SD tribal leaders discuss solutions to combat “blatant racism”

South Dakota Tribal leaders met Saturday to discuss which actions to take following inflammatory racial comments made by a Rapid City hotel owner at an event called the "Indians Allowed Rally."

RAPID CITY, S.D. — South Dakota tribal leaders met Saturday to discuss actions to take following inflammatory racial comments made by a Rapid City hotel owner at an event called the “Indians Allowed Rally.”

“The Great Sioux Nation hereby condemns the blatant racism that is coming from the owner of the Grand Gateway Hotel and its subsidiaries in Rapid City,” said Scott Herman, the President of the Rosebud Sioux Tribe.
The comments came after a shooting incident that took place at the Grand Gateway Hotel a week ago.
Following the incident, Hotel owner Connie Uhre issued a statement on Facebook, saying: “We will no longer allow any Native Americans on the property or in Cheers Sports Bar.”

Due to the comment, tribal leaders of the Great Sioux Nation say they’re prepared to boycott Rapid City and the hotel.

“In these next coming weeks, we’re going to be meeting and figuring and coming up with ways on how to implement this, so what we say we’re going to be doing,” said Chairman Harold Frazier of the Cheyenne River Sioux Tribe.
They say they’re also in discussion to move events like the Lakota Nation Invitational Basketball Tournament and Black Hills Powwow, which bring in millions of dollars in revenue for Rapid City.
Along with moving events, the leaders presented a notice of trespassing to the hotel, citing two articles in the Treaty of the Sioux in 1868.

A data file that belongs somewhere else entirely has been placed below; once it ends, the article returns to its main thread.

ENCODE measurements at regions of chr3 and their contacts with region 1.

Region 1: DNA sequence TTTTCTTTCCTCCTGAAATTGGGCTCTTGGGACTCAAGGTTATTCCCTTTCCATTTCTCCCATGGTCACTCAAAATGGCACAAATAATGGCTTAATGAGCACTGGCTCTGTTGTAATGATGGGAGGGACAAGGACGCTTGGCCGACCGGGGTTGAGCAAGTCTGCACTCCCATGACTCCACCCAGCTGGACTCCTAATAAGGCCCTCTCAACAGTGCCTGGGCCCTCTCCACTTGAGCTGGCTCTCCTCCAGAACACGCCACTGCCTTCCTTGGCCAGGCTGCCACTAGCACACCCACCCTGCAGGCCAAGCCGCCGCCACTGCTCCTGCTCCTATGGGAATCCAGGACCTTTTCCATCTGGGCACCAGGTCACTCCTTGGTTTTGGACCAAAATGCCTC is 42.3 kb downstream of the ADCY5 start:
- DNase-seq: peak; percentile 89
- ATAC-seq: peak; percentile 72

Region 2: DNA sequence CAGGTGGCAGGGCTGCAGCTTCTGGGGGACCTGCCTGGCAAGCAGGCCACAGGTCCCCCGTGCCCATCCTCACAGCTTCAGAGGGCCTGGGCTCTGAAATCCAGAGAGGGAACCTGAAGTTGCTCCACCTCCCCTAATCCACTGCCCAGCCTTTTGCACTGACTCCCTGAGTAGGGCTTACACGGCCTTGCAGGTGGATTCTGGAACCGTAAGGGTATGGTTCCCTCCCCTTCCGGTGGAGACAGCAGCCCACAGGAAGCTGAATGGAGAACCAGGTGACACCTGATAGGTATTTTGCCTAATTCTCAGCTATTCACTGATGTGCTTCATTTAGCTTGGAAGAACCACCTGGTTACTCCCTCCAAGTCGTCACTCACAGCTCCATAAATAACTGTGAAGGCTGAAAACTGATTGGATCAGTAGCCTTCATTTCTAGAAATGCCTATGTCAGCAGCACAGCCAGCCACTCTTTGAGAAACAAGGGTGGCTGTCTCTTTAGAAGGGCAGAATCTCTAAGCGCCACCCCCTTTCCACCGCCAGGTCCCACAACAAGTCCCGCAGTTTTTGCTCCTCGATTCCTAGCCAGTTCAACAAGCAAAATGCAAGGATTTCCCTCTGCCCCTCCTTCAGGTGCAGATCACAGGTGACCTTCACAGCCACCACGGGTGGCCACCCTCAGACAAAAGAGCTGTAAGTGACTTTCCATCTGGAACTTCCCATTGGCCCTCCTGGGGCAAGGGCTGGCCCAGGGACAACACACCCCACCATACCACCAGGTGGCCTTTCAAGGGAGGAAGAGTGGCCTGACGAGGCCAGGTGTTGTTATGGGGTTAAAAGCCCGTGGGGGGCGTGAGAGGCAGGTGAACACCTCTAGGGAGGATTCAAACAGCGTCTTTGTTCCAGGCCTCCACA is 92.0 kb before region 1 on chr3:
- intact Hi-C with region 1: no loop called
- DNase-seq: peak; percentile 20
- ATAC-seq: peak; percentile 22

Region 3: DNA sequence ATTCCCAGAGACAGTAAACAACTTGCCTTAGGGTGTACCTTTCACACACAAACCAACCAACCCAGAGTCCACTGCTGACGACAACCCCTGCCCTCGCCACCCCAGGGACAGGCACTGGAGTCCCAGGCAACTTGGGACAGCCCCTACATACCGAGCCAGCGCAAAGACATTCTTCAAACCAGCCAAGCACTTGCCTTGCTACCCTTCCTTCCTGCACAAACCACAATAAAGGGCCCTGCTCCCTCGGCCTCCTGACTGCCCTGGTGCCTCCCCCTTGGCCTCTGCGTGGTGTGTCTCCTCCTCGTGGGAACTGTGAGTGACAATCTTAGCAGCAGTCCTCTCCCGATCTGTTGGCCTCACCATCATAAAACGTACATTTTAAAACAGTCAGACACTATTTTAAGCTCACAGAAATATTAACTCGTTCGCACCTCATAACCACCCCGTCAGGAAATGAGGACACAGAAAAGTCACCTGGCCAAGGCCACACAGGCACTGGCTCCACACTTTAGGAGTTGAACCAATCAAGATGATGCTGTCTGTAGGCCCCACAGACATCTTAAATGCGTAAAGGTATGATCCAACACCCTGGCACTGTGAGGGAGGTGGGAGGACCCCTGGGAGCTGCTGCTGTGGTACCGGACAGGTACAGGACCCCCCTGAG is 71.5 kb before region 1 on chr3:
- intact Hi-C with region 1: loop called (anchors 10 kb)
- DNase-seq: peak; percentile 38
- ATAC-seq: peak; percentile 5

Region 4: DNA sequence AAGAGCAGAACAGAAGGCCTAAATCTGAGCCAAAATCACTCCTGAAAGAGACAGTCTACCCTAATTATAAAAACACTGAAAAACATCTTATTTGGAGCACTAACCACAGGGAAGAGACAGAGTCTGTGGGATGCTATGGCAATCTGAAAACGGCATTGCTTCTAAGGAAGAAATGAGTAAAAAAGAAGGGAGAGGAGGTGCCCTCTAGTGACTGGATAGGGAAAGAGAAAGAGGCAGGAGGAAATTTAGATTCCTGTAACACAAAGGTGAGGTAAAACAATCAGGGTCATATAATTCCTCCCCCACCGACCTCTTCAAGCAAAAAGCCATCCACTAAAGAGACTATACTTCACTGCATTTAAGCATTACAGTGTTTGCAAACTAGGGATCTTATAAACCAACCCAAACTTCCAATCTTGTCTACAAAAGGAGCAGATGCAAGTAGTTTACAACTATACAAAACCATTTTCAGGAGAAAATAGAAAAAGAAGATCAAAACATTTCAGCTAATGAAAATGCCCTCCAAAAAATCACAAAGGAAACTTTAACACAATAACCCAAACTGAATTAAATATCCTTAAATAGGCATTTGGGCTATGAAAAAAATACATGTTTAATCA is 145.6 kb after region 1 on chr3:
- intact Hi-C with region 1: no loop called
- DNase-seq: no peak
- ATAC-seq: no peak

Tribal leadership say that the idea is to create change now and to leave impacts for a future generation.
“The Vice Chairwoman of Pine Ridge mentioned that we need to plant seeds,” said Chairman Peter Lengkee of the Crow Creek Sioux Tribe. “She also mentioned that we might not see the shade of those trees, but it’s with the future generations in mind and that’s why we’re doing this.”
Later, across town, a rally was held at Roosevelt Park to voice frustration. That rally was followed by a walk from the park to the Grand Gateway Hotel.
“We’re going to walk in prayer today. We’re going to walk in a good way. We’re going to make sure that we don’t violate anything; that we stick to the parameters of our treaty boundaries and understanding that this is where we’re at and this is who we are,” said President Kevin Killer of the Oglala Lakota Sioux Tribe.

During the peaceful rally, those that participated were escorted by many first responder agencies, including the Rapid City Police Department, the Pennington County Sheriff’s Office and South Dakota Highway Patrol.

Categories: ConnectCenter1-Events, Local News, South Dakota News